Major boost for robotics sector as GE Renewable Energy and ORE Catapult announce winners of offshore wind innovation competition

26 November 2020 - Published by Stig Marthinsen

Tethys Energy Services (Tethys) and Aerones have won a major competition to demonstrate a novel remote blade maintenance technique for offshore wind farms to one of the industry’s leading turbine manufacturers.

The two companies have won a blade robotics innovation competition launched by Periscope partner the Offshore Renewable Energy (ORE) Catapult, GE Renewable Energy, and KTN, which called for robotics solutions focussed on automating maintenance activities and reducing unplanned offshore activity during the O&M phase of offshore wind turbine blades.

Tethys and Aerones will deliver a new offshore transportation and delivery platform to enable the Aerones onshore wind robotics technology to work offshore. The system will be able to deliver advanced remote inspection, maintenance and repair tasks on offshore wind turbine blades up to 5x faster than conventional rope access, drastically reducing turbine downtime. It is also more scalable and much safer to deploy, removing the need for personnel to work at height.

The next stage in development will see Tethys and Aerones demonstrate their prototype technology on ORE Catapult’s 7MW Levenmouth Demonstration Turbine in Fife. In addition, GE Renewable Energy will provide technical support and guidance on how the technology could be used on the company’s offshore projects.

The innovation competition, the first in a planned series of challenge competitions, was developed as part of GE and ORE Catapult’s ‘Stay Ashore’ research and development programme and was delivered through the Offshore Wind Innovation Hub’s Innovation Exchange (OWiX) in partnership with KTN. The adoption of robotics technology is seen as vital for the offshore wind sector, which, according to ORE Catapult research, could cut its inspection costs by almost 40% through integrating remote operations, robotics and automated systems into operations and maintenance activities.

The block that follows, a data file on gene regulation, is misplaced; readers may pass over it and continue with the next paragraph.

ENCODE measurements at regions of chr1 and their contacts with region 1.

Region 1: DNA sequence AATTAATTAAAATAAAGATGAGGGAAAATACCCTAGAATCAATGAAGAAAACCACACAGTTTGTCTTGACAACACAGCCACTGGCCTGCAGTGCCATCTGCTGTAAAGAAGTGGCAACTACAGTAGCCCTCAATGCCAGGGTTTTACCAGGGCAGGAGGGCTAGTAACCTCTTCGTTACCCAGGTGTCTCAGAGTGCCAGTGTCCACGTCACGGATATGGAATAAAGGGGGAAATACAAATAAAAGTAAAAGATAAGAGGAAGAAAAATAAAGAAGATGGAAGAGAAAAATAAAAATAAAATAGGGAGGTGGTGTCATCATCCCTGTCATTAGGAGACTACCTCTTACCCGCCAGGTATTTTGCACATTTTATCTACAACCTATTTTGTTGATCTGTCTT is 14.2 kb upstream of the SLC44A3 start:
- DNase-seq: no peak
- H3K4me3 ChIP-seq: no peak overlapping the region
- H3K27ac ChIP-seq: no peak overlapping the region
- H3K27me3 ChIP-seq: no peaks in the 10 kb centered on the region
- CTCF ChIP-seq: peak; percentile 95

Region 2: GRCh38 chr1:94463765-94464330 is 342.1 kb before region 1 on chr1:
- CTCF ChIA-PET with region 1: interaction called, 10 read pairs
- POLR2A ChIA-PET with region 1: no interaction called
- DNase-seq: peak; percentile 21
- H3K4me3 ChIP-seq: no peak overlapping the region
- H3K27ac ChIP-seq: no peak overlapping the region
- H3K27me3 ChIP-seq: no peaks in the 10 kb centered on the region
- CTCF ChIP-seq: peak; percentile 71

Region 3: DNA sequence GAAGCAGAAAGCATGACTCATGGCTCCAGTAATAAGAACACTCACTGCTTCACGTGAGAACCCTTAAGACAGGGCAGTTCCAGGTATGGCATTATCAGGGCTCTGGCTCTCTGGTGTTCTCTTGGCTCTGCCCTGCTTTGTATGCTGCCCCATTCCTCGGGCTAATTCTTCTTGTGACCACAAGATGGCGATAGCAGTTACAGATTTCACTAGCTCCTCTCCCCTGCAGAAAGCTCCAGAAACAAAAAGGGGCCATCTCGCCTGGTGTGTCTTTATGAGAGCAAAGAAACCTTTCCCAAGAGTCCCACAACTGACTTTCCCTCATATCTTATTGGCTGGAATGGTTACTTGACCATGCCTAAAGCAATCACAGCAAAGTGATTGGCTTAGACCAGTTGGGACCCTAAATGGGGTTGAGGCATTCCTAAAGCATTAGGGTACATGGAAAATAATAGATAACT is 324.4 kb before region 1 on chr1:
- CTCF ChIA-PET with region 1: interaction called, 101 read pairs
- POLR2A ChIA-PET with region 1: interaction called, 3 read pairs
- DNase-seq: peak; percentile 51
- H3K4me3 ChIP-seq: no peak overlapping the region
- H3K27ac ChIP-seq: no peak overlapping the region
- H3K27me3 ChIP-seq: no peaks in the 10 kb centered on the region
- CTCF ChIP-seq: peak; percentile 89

ORE Catapult’s Research & Innovation Director Dr Stephen Wyatt added:

“Bringing through new innovations from the robotics sector to help improve the operations and performance of offshore wind farms, and to continue to drive down costs, is vital if the UK is to meet ambitious installation targets of 40 GW by 2030, and achieve net-zero by 2050. Supporting companies like Tethys and Aerones to further develop and enhance their technology, and showcase their products to the industry’s leading operators and turbine manufacturers, brings a huge boost to the UK offshore wind supply chain, helping to create jobs and generate millions of pounds for the UK economy.”